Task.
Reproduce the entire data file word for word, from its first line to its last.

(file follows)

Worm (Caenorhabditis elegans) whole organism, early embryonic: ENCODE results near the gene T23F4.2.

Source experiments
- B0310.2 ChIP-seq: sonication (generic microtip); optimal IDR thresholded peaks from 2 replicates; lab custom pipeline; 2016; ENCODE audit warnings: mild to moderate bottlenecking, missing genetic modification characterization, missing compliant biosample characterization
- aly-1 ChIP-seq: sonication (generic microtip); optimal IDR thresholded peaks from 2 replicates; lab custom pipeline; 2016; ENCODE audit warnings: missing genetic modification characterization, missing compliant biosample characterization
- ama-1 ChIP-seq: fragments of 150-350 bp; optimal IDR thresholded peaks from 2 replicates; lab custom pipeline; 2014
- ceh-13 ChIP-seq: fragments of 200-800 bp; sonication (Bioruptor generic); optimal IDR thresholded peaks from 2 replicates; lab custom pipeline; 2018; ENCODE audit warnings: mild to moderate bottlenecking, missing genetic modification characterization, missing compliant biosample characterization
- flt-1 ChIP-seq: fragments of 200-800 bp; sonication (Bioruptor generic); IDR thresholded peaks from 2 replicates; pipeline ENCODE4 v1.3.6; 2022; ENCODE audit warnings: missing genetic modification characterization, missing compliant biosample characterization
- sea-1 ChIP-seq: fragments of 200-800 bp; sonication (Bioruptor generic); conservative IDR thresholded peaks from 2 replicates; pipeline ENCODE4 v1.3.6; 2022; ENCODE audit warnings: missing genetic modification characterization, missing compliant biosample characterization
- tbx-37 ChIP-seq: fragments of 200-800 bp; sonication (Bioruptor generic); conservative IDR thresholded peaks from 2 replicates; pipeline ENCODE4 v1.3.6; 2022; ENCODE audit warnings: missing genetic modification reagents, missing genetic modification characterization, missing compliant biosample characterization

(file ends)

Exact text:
Worm (Caenorhabditis elegans) whole organism, early embryonic: ENCODE results near the gene T23F4.2.

Source experiments
- B0310.2 ChIP-seq: sonication (generic microtip); optimal IDR thresholded peaks from 2 replicates; lab custom pipeline; 2016; ENCODE audit warnings: mild to moderate bottlenecking, missing genetic modification characterization, missing compliant biosample characterization
- aly-1 ChIP-seq: sonication (generic microtip); optimal IDR thresholded peaks from 2 replicates; lab custom pipeline; 2016; ENCODE audit warnings: missing genetic modification characterization, missing compliant biosample characterization
- ama-1 ChIP-seq: fragments of 150-350 bp; optimal IDR thresholded peaks from 2 replicates; lab custom pipeline; 2014
- ceh-13 ChIP-seq: fragments of 200-800 bp; sonication (Bioruptor generic); optimal IDR thresholded peaks from 2 replicates; lab custom pipeline; 2018; ENCODE audit warnings: mild to moderate bottlenecking, missing genetic modification characterization, missing compliant biosample characterization
- flt-1 ChIP-seq: fragments of 200-800 bp; sonication (Bioruptor generic); IDR thresholded peaks from 2 replicates; pipeline ENCODE4 v1.3.6; 2022; ENCODE audit warnings: missing genetic modification characterization, missing compliant biosample characterization
- sea-1 ChIP-seq: fragments of 200-800 bp; sonication (Bioruptor generic); conservative IDR thresholded peaks from 2 replicates; pipeline ENCODE4 v1.3.6; 2022; ENCODE audit warnings: missing genetic modification characterization, missing compliant biosample characterization
- tbx-37 ChIP-seq: fragments of 200-800 bp; sonication (Bioruptor generic); conservative IDR thresholded peaks from 2 replicates; pipeline ENCODE4 v1.3.6; 2022; ENCODE audit warnings: missing genetic modification reagents, missing genetic modification characterization, missing compliant biosample characterization